Shane O’Neill and Na Piarsaigh clubmates put contact on hold for Galway-Limerick clash

O’Neill would be in regular contact with Limerick's seven Na Piarsaigh panellists, but it was agreed they’d keep a healthy distance
Shane O’Neill and Na Piarsaigh clubmates put contact on hold for Galway-Limerick clash

Galway hurling manager Shane O'Neill during a press conference at the Lady Gregory Hotel in Gort. Photo by Eóin Noonan/Sportsfile

Galway manager Shane O’Neill has revealed that he and the Na Piarsaigh members of the Limerick panel decided to temporarily cease contact following the respective provincial finals.

John Kiely’s Limerick panel contains seven Na Piarsaigh men - David Dempsey, Peter Casey, William O’Donoghue, Conor Boylan, Jerome Boylan, Adrian Breen, and the injured Mike Casey - players O’Neill worked extensively with during the four silverware-laden years, 2014-18, he was at the helm in his native club.

O’Neill would be in regular contact with these players, but once the Hurling Championship was whittled down to six teams, it was agreed they’d keep a healthy distance during the closing stages of the race for Liam MacCarthy.

The Galway boss, in his first year overseeing the Tribesmen, said there was “an inevitability” he would run into his home county in the championship.

“You always felt it was going to happen because we are two of the top teams in the competition," O'Neill remarked.

“Obviously, I know the [Limerick] boys very well, particularly the Na Piarsaigh lads. There are seven of them on the squad.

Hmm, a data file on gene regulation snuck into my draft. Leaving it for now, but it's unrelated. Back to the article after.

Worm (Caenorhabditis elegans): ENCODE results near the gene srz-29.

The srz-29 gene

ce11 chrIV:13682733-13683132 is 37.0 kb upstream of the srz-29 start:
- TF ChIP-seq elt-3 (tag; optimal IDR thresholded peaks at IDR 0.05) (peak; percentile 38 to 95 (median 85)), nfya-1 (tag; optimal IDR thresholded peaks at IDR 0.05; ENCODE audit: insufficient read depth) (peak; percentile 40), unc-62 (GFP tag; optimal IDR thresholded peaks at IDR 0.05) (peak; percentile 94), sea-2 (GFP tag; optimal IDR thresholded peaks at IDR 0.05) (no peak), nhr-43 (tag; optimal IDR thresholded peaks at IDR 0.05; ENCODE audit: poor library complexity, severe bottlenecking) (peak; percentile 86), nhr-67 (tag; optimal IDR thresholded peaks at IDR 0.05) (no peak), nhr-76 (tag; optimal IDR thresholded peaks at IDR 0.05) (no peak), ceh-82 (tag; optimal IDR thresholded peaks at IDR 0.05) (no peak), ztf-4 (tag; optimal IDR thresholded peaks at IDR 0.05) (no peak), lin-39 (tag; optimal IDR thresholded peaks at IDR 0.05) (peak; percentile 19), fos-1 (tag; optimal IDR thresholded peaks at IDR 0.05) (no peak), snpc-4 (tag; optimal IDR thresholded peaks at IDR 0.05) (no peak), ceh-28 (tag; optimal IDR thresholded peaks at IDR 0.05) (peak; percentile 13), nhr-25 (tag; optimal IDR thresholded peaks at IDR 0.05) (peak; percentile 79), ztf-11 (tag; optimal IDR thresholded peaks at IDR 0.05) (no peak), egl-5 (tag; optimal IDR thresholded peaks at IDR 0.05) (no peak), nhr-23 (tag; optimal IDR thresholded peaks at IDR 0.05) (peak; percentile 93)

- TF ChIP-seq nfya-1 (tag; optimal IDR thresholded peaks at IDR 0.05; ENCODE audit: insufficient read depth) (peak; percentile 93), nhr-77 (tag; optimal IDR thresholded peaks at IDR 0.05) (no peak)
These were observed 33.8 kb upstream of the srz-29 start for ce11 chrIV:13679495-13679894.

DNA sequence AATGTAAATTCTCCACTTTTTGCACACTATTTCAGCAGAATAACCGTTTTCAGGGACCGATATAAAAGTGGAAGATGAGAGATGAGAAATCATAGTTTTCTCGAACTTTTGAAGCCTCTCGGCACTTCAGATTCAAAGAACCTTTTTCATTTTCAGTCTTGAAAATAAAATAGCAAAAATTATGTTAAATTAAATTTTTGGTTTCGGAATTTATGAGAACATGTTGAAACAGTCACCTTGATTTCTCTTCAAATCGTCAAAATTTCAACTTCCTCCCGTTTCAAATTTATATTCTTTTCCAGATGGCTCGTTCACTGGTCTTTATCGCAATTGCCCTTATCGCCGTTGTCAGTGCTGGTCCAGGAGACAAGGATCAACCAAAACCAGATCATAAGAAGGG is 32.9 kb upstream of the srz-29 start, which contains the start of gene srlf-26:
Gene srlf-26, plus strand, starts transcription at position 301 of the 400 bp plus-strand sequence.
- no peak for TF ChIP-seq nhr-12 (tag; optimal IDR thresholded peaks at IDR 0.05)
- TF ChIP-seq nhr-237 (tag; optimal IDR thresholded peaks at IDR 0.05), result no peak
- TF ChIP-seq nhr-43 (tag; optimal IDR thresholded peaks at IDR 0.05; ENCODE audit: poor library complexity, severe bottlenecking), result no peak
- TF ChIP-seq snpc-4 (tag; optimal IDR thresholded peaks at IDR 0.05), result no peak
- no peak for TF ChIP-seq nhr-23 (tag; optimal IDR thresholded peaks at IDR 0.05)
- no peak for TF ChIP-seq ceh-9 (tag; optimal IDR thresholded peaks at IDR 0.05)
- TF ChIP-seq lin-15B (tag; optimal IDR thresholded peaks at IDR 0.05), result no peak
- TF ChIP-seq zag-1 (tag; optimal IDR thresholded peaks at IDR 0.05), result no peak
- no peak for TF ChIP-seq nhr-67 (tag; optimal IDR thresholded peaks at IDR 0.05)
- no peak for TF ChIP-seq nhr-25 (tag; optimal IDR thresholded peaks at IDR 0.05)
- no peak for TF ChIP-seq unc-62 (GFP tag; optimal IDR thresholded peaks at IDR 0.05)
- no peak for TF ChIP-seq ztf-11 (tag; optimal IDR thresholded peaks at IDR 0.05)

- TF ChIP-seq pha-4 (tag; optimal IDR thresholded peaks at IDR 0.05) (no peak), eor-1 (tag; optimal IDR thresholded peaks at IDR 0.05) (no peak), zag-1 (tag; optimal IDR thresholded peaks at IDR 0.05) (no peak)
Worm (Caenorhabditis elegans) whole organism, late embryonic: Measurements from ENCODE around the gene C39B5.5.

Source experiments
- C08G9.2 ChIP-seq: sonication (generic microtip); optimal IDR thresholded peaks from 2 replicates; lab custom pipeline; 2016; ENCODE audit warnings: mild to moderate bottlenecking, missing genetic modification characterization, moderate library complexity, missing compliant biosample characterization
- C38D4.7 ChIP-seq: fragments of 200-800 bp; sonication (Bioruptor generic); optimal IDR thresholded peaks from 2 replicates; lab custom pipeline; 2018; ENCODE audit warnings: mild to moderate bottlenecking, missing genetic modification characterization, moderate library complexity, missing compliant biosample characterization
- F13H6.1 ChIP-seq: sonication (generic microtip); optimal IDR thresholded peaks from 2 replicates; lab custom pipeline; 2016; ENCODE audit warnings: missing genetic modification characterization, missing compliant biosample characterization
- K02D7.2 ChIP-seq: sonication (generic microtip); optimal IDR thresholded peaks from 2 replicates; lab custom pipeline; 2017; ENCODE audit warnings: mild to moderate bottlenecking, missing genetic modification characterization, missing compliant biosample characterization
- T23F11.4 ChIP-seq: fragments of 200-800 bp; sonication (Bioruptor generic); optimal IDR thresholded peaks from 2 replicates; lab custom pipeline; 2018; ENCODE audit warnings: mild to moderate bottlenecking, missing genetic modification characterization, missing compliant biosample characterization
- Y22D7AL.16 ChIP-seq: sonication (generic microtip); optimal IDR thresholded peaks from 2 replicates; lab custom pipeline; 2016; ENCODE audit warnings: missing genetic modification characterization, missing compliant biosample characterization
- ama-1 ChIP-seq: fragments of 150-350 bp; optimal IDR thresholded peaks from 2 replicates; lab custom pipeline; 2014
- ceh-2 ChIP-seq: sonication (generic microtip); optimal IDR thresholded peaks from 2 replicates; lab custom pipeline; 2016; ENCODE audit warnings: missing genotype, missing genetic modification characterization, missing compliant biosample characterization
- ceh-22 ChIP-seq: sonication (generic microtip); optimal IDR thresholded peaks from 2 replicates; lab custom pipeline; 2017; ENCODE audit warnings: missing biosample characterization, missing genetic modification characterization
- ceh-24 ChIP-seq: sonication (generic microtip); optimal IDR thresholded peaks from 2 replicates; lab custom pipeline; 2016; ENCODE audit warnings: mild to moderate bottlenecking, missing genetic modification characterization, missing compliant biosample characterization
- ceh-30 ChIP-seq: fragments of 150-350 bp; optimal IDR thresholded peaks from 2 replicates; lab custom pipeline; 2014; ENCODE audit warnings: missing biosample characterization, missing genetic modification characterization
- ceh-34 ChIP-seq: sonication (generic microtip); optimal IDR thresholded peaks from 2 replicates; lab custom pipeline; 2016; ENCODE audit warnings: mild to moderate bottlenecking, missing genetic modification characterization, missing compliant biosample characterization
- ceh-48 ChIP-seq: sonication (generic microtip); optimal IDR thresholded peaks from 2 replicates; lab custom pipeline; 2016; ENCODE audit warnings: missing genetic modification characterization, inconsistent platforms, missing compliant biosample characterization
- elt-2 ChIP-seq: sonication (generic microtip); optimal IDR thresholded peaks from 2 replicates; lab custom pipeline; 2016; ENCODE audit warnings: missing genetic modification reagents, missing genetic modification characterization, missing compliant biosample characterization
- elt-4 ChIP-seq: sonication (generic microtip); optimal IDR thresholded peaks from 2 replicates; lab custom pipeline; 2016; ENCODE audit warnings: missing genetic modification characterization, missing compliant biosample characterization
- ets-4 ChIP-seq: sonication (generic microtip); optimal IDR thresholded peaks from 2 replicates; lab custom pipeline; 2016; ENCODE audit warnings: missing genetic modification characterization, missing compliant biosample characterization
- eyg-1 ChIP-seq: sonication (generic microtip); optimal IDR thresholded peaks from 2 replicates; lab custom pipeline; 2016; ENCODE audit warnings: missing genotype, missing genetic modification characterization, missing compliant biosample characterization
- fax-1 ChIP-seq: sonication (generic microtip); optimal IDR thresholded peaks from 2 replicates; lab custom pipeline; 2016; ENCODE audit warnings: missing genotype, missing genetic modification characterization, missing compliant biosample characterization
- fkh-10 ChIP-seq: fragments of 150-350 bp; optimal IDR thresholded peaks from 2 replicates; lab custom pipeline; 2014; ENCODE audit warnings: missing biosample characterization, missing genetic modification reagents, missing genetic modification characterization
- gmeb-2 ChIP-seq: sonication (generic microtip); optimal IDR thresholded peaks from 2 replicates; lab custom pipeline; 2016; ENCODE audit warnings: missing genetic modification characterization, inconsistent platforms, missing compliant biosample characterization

I'd be in regular contact, obviously being my own club, but we decided that we'd stop after the provincial finals, that there wouldn't be any contact. We haven't had contact for a while.” 

Plotting and planning to remove Limerick from the championship, O’Neill insisted, hasn’t been a strange experience this week. His deep knowledge of opposition players, he added, could end up being a “hindrance”.

“We would know the players, but that may be a hindrance in that you might have preconceived ideas about players,” the Galway manager continued.

“The day in the League when we played them was maybe a small bit strange. But the whole year has been strange. The fact you are playing in a totally empty Croke Park in an All-Ireland semi-final and even an All-Ireland semi-final in November is a lot stranger than the fact that the management team is from the county we are playing against.” 

To overcome Limerick and secure Galway’s fourth All-Ireland final appearance in six years, O’Neill said his players will “have to go to a different level altogether”.

“I thought Limerick were very impressive in the Munster final because I felt that they could have put the foot on the gas at any particular stage. Waterford were impressive and actually took the game to them, but I think Limerick were always in control.

“To have to win three matches just to get out of Munster isn't easy. They had two very dominant displays and one very controlled display in the final.” 

O’Neill reported his camp as being injury-free and took great encouragement from the manner of last Saturday's win over 2019 All-Ireland champions Tipperary.

The biggest positive from the Tipperary game is the fact that we won. Secondly, it was a different type of game to the Leinster final. I felt that we played better hurling against Kilkenny. 

“We knew it was going to be a tough and tight affair with Tipperary, as it always is. The positive of it is to have shown a bit of true grit to actually come out and win it.”

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